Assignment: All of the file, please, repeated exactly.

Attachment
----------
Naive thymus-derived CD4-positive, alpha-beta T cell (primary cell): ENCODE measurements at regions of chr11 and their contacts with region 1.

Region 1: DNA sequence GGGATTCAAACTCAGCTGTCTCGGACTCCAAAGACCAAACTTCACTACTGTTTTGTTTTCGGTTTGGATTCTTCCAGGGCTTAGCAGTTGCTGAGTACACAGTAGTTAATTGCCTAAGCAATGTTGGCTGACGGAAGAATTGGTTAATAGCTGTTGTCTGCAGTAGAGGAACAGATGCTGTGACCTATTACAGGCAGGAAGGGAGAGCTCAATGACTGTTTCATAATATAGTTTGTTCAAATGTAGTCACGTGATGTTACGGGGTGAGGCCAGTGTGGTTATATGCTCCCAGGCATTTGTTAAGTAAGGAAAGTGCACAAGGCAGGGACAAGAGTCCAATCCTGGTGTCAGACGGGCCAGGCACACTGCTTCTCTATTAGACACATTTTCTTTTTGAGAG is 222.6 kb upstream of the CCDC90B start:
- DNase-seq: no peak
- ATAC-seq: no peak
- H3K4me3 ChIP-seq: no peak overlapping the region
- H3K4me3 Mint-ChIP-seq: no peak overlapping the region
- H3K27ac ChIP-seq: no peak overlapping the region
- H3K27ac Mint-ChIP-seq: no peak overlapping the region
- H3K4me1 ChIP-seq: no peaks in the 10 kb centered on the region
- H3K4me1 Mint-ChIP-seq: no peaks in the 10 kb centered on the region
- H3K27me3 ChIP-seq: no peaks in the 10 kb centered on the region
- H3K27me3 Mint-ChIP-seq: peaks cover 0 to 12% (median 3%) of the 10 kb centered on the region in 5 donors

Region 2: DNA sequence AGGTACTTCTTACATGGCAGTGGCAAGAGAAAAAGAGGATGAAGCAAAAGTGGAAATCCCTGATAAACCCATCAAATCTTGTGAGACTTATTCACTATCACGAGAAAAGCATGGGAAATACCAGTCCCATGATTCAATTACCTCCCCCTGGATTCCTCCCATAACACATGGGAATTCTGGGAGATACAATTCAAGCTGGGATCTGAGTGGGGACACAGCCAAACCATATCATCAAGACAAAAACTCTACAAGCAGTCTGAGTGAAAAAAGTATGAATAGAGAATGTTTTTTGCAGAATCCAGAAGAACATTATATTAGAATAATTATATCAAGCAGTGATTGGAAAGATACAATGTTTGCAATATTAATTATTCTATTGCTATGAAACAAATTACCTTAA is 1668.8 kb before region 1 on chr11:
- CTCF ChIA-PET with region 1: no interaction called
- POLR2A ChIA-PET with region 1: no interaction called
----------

Naive thymus-derived CD4-positive, alpha-beta T cell (primary cell): ENCODE measurements at regions of chr11 and their contacts with region 1.

Region 1: DNA sequence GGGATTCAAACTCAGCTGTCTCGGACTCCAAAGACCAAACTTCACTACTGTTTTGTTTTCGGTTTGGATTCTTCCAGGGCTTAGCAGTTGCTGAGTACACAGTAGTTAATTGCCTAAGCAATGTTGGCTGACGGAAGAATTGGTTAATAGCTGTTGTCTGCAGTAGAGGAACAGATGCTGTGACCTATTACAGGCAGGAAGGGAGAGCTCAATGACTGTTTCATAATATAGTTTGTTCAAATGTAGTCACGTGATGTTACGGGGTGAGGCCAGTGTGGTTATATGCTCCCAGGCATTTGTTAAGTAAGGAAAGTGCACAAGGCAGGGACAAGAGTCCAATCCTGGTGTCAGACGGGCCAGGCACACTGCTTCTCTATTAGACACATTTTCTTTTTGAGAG is 222.6 kb upstream of the CCDC90B start:
- DNase-seq: no peak
- ATAC-seq: no peak
- H3K4me3 ChIP-seq: no peak overlapping the region
- H3K4me3 Mint-ChIP-seq: no peak overlapping the region
- H3K27ac ChIP-seq: no peak overlapping the region
- H3K27ac Mint-ChIP-seq: no peak overlapping the region
- H3K4me1 ChIP-seq: no peaks in the 10 kb centered on the region
- H3K4me1 Mint-ChIP-seq: no peaks in the 10 kb centered on the region
- H3K27me3 ChIP-seq: no peaks in the 10 kb centered on the region
- H3K27me3 Mint-ChIP-seq: peaks cover 0 to 12% (median 3%) of the 10 kb centered on the region in 5 donors

Region 2: DNA sequence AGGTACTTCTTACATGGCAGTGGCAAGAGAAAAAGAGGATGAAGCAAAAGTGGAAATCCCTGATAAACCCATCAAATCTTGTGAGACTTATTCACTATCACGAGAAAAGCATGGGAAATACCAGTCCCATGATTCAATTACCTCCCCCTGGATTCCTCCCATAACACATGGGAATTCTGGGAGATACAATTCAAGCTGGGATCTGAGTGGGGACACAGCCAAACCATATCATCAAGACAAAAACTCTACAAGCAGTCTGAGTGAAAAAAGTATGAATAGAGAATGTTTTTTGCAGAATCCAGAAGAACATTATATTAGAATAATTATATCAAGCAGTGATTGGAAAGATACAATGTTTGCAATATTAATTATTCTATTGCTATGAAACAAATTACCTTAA is 1668.8 kb before region 1 on chr11:
- CTCF ChIA-PET with region 1: no interaction called
- POLR2A ChIA-PET with region 1: no interaction called